By Chyrisse Tabone, Rock At Night Tampa Correspondent
Venue: The Capitol Theatre, Clearwater, Florida–December 16, 2016–The Outlaws, The Henry Paul Band, and BlackHawks
Well, it is holiday time again and that means—as promised last year—Southern rock favorites The Outlaws are back at the Capitol Theatre in Clearwater. Last year Rock At Night had the pleasure of seeing The Outlaws and The Henry Paul Band, which turned out to be a reminder of hits from past and a magnificent jam session. I figured it would be difficult to top this year.
Well, on the night of December 16, 2016, the Capitol Theatre had a sold out show for the homecoming of The Outlaws. Since Henry Paul’s roots extend to Tampa (he paid homage to King High School’s Class of ’67 during the evening) a lot of friends and long-time followers were in the crowd of what appeared to be Baby Boomers.
The first band on the stage was BlackHawk. The interesting item I noticed immediately was the absence of percussion as the music was vocal, string, and keyboard-driven (think Bruce Hornsby). I was unfamiliar with their music as it is country (not my specialty) but I very much enjoyed the set. The song themes appeared to center around women and relationships and the harmonies were gorgeous. Between song takes Henry Paul chatted with the audience and paid homage to late Blackhawks founder Van Stephenson.
After a 20-minute intermission, The Henry Paul Band was on stage playing a more rocking repertoire with percussion (drums and congas) as well as dual lead electric guitars. One of the band members noted as Henry Paul slipped into each band, “Henry Paul has had not 1, 2, but 3 careers.” Some of the highlights were the raucous “One Night Stand”, a full-blown Southern rock song in all its glory, including cool B-3 riffs and dual lead guitars. The band played one of their hits “So Long” and by the time they ended the set with “Grey Ghost” the mostly grey-haired audience was taping the live show with their cell phones, singing along with the chorus, and with “we-are-not-worthy” arms raised, praising the band. It was a definite set highlight and truly a memorable moment.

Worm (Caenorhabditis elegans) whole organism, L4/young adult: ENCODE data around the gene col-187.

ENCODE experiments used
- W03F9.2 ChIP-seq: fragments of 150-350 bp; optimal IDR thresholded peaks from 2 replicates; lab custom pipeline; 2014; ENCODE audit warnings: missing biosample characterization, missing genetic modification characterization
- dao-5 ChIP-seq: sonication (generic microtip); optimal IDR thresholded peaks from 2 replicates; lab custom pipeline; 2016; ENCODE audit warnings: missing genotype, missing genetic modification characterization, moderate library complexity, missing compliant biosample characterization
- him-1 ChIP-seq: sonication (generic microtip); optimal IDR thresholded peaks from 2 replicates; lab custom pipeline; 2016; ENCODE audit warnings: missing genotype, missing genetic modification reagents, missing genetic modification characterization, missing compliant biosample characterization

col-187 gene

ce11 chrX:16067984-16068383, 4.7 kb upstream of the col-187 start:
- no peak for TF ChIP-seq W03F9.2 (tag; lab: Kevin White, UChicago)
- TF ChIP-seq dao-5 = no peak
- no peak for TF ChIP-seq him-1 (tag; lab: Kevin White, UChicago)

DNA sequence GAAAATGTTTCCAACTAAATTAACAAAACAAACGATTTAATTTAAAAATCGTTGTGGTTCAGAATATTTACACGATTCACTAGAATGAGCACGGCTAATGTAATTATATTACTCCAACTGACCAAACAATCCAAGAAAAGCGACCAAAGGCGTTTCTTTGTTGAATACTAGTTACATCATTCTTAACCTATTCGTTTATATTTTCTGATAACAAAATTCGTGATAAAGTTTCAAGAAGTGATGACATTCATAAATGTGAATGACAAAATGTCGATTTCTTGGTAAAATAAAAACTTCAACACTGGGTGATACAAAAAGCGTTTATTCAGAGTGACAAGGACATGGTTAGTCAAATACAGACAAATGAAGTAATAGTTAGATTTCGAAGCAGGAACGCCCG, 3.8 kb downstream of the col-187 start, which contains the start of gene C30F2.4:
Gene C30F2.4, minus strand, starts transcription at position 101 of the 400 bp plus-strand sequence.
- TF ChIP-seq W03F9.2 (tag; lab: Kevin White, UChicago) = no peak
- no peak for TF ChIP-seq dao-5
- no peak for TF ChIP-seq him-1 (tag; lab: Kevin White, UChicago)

After a 30-minute intermission, The Outlaws emerged playing their well-known hits at the get-go, including “There Goes Another Love Song” and “Ghost Riders in the Sky”. The seat-wiggling or chair-dancing crowd finally stood high with arms waving during the numbers but then sat down to enjoy the rest of the show, which lasted about 90 minutes. Some of the highlights included “Born to Be Bad” with lyrics that define the spirit of Southern rock… rebel gypsy till the day I die. Between the harmonies and the singing of Henry Paul and my new favorite voice, Chris Anderson (“Song in the Breeze” and “Holiday”), I was in Southern rock hog heaven! All of the classic hits were nostalgic and pleasing to the ears but I really enjoyed two of the newer hits “Trail of Tears” with its Indian drum beat and “It’s a Matter of Pride”, whose chorus says…it’s about pride/it’s about who we are/it’s knowing where we’ve been and how we’ve come so far.” The song honors Rebel pride–and makes no excuses.
The evening segued into a country tone with songs like “Knoxville Girl” and finally, since it was nearing midnight, ended with the bands most famous hit “Green Grass and High Tide.”
The Outlaws set was definitely a polished collection of bluesy, rocking songs which celebrated Southern rock in all its glory. The Outlaws, including the Henry Paul Band and BlackHawk, are truly a brotherhood of musicians, that swap members between each band, and are determined to keep Southern rock alive. They do not run around stage and vogue but saunter back and forth to group together, do an occasional electric guitar squat, and a hair flip now and then. The Outlaws don’t have to put on a visual show because the quality of the music and musicianship speak for themselves.
Check out Rock At Night’s review of The Outlaws new Legacy LIVE Album
The Henry Paul Band
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